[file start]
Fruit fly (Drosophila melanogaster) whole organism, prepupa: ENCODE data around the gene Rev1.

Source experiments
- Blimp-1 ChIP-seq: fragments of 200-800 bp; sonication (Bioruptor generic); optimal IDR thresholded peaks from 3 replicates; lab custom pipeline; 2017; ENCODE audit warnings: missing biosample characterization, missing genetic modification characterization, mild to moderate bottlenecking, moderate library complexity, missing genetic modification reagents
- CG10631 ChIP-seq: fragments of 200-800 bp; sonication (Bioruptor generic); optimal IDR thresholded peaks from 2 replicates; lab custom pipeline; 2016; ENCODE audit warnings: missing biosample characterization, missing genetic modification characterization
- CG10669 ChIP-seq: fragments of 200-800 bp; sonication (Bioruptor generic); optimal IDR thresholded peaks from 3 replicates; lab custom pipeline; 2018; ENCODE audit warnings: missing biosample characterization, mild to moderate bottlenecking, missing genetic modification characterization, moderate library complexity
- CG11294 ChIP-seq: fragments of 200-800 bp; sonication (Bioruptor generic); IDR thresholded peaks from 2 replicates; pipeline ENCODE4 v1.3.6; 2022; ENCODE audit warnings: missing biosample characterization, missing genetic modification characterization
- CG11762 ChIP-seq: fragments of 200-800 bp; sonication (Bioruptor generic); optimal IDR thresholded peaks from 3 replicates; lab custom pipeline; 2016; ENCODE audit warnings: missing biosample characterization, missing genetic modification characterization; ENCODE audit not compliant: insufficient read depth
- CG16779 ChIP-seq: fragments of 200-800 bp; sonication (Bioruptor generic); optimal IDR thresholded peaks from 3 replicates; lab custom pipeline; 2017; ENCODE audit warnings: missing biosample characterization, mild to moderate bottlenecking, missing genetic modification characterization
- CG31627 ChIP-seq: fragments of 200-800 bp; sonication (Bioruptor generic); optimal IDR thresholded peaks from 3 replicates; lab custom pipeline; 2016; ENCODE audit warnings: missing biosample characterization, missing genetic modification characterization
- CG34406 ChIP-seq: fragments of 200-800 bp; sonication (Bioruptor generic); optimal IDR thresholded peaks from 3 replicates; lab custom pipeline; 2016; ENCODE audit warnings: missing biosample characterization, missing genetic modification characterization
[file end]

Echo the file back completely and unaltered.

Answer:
Fruit fly (Drosophila melanogaster) whole organism, prepupa: ENCODE data around the gene Rev1.

Source experiments
- Blimp-1 ChIP-seq: fragments of 200-800 bp; sonication (Bioruptor generic); optimal IDR thresholded peaks from 3 replicates; lab custom pipeline; 2017; ENCODE audit warnings: missing biosample characterization, missing genetic modification characterization, mild to moderate bottlenecking, moderate library complexity, missing genetic modification reagents
- CG10631 ChIP-seq: fragments of 200-800 bp; sonication (Bioruptor generic); optimal IDR thresholded peaks from 2 replicates; lab custom pipeline; 2016; ENCODE audit warnings: missing biosample characterization, missing genetic modification characterization
- CG10669 ChIP-seq: fragments of 200-800 bp; sonication (Bioruptor generic); optimal IDR thresholded peaks from 3 replicates; lab custom pipeline; 2018; ENCODE audit warnings: missing biosample characterization, mild to moderate bottlenecking, missing genetic modification characterization, moderate library complexity
- CG11294 ChIP-seq: fragments of 200-800 bp; sonication (Bioruptor generic); IDR thresholded peaks from 2 replicates; pipeline ENCODE4 v1.3.6; 2022; ENCODE audit warnings: missing biosample characterization, missing genetic modification characterization
- CG11762 ChIP-seq: fragments of 200-800 bp; sonication (Bioruptor generic); optimal IDR thresholded peaks from 3 replicates; lab custom pipeline; 2016; ENCODE audit warnings: missing biosample characterization, missing genetic modification characterization; ENCODE audit not compliant: insufficient read depth
- CG16779 ChIP-seq: fragments of 200-800 bp; sonication (Bioruptor generic); optimal IDR thresholded peaks from 3 replicates; lab custom pipeline; 2017; ENCODE audit warnings: missing biosample characterization, mild to moderate bottlenecking, missing genetic modification characterization
- CG31627 ChIP-seq: fragments of 200-800 bp; sonication (Bioruptor generic); optimal IDR thresholded peaks from 3 replicates; lab custom pipeline; 2016; ENCODE audit warnings: missing biosample characterization, missing genetic modification characterization
- CG34406 ChIP-seq: fragments of 200-800 bp; sonication (Bioruptor generic); optimal IDR thresholded peaks from 3 replicates; lab custom pipeline; 2016; ENCODE audit warnings: missing biosample characterization, missing genetic modification characterization